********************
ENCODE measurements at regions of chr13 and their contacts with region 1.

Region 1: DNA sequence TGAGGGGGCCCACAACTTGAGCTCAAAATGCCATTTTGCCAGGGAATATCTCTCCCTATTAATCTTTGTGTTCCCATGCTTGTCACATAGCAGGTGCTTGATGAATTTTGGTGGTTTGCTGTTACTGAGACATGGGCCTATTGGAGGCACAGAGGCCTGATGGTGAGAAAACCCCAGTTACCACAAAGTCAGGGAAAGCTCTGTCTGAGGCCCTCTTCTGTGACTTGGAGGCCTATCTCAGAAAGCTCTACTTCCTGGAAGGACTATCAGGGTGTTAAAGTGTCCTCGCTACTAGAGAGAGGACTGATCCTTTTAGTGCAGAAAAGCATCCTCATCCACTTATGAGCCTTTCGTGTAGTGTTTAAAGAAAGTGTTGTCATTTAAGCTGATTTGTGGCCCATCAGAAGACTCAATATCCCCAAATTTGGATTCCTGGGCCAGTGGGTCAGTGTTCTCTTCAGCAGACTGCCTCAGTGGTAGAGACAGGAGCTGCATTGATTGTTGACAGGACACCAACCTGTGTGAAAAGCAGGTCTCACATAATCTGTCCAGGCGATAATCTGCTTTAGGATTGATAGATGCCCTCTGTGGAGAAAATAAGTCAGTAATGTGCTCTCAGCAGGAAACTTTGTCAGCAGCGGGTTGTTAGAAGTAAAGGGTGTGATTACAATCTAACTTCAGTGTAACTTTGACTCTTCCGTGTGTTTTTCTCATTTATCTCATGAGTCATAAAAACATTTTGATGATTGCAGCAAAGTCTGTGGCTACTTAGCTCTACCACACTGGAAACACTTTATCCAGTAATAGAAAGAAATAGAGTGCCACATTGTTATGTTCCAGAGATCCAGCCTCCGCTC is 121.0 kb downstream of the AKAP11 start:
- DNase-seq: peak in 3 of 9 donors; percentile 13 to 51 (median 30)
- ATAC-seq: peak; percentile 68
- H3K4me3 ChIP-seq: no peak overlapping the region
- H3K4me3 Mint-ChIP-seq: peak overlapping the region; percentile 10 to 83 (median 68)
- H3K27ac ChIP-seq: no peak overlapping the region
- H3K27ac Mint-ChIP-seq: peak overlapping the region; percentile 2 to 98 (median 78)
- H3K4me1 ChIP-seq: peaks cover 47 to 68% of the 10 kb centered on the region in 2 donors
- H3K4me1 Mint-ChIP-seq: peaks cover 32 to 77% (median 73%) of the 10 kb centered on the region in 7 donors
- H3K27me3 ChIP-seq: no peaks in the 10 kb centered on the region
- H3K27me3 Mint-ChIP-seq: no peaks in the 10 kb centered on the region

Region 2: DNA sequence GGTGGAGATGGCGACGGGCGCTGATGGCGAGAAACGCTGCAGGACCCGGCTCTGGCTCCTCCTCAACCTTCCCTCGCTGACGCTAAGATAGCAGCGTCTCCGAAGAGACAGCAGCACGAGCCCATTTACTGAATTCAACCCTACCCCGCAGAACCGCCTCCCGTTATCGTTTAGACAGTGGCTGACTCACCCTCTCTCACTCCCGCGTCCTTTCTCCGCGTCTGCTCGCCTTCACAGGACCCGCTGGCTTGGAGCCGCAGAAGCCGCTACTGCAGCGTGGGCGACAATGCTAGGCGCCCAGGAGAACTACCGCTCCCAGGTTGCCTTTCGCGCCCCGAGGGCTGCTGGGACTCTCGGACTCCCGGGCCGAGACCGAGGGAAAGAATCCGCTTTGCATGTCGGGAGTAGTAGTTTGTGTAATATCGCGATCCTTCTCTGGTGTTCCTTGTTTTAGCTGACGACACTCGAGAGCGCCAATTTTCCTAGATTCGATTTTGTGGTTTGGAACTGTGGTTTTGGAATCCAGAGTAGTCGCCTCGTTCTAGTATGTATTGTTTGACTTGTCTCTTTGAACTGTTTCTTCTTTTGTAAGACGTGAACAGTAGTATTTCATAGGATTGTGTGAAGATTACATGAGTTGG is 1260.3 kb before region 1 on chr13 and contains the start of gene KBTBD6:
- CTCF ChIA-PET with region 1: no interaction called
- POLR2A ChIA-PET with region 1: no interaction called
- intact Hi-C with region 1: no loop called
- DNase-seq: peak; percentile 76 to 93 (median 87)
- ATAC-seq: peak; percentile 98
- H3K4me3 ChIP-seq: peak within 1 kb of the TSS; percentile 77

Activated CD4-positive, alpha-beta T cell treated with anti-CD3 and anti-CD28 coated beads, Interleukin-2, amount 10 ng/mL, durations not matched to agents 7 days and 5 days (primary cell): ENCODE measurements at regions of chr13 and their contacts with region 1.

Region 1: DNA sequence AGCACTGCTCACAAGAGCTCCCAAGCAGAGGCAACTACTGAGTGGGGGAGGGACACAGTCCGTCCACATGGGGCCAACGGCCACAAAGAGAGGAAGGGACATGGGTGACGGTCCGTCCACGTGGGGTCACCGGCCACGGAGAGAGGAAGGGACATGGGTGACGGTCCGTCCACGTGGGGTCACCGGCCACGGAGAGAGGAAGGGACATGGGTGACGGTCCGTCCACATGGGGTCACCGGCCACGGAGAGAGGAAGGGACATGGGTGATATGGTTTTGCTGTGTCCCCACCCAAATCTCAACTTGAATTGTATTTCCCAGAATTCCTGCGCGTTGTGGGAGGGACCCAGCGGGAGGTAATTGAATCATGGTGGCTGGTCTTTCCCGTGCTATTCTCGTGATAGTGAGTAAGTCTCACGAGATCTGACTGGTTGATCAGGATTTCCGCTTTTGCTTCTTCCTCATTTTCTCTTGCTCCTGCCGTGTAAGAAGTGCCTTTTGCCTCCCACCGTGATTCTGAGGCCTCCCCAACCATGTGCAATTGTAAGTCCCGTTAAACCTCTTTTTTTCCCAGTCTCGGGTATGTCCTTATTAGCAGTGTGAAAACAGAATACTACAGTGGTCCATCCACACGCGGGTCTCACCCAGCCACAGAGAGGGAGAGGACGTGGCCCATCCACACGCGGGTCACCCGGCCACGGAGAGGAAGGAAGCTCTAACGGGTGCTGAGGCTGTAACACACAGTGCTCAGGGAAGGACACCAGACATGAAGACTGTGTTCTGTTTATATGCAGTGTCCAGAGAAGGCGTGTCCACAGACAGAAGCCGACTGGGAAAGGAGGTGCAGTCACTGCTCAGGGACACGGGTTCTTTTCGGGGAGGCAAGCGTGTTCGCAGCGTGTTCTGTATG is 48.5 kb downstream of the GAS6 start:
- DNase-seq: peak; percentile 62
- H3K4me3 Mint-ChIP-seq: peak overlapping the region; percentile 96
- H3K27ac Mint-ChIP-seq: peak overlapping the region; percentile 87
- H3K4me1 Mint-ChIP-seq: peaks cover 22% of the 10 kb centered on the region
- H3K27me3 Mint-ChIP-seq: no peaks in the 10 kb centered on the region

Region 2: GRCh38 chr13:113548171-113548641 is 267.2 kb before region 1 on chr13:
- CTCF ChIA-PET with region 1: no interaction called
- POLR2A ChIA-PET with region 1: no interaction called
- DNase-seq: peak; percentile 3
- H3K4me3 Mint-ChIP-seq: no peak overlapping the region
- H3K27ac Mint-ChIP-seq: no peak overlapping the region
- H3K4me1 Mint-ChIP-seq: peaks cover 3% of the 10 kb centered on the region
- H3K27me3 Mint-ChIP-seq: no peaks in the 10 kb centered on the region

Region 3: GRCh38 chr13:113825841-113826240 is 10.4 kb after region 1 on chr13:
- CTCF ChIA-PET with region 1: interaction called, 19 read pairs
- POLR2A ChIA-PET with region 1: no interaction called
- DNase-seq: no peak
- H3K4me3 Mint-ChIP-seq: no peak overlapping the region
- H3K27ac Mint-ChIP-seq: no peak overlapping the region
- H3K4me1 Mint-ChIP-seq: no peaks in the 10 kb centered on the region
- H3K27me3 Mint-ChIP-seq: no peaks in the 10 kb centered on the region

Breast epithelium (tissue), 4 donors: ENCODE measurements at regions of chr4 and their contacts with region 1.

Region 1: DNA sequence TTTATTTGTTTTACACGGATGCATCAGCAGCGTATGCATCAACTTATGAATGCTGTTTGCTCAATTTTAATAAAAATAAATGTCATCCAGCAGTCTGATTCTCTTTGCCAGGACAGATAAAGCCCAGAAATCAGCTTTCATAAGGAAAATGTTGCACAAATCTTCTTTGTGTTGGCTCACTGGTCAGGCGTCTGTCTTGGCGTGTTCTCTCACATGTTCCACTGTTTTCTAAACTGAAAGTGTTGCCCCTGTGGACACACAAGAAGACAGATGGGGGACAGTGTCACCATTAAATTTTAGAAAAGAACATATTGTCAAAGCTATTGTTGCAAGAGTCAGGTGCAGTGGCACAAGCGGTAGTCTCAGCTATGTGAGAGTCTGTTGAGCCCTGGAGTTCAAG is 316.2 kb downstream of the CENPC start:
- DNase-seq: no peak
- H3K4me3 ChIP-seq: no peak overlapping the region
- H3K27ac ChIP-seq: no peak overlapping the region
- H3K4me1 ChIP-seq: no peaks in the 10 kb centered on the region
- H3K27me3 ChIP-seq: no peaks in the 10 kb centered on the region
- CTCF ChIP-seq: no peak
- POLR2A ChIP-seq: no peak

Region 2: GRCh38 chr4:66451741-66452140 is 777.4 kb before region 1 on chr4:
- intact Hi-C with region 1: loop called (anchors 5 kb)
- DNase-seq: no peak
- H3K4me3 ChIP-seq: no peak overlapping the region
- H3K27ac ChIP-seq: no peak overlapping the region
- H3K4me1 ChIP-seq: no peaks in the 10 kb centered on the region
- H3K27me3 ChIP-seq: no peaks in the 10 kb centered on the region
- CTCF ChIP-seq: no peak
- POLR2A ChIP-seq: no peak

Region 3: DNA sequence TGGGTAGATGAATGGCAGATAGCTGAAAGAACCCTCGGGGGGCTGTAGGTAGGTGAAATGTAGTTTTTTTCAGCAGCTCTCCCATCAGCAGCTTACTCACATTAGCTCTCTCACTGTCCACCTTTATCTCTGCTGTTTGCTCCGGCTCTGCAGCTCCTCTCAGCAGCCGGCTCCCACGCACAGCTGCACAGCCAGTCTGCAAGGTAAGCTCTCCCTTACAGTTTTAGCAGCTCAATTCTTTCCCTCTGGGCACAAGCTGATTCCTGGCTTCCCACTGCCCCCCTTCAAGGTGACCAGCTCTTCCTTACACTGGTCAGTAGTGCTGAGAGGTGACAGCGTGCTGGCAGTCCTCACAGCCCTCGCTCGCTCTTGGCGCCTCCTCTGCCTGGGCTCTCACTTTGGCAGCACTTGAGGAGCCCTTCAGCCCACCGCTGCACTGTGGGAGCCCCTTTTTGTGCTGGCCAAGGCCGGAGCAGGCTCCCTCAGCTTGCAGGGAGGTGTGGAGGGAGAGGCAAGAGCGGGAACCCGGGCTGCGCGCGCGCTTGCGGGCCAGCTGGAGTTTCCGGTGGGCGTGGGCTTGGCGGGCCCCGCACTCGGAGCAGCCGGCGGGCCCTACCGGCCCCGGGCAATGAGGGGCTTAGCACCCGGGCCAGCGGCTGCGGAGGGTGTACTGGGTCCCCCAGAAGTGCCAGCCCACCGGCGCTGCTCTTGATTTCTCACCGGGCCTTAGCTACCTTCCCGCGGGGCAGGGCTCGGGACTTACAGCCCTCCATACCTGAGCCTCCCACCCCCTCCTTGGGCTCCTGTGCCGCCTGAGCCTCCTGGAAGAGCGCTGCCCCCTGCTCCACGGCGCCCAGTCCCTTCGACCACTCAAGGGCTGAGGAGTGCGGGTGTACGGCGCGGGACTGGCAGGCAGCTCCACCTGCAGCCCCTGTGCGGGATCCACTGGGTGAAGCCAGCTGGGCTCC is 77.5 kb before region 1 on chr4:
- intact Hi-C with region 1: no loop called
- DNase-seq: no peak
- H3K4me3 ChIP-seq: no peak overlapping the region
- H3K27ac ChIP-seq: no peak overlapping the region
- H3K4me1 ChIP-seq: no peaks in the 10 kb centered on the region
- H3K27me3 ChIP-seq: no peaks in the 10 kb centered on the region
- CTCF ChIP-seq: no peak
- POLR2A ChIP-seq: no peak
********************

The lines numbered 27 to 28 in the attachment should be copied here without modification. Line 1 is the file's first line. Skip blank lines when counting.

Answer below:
Region 2: GRCh38 chr13:113548171-113548641 is 267.2 kb before region 1 on chr13:
- CTCF ChIA-PET with region 1: no interaction called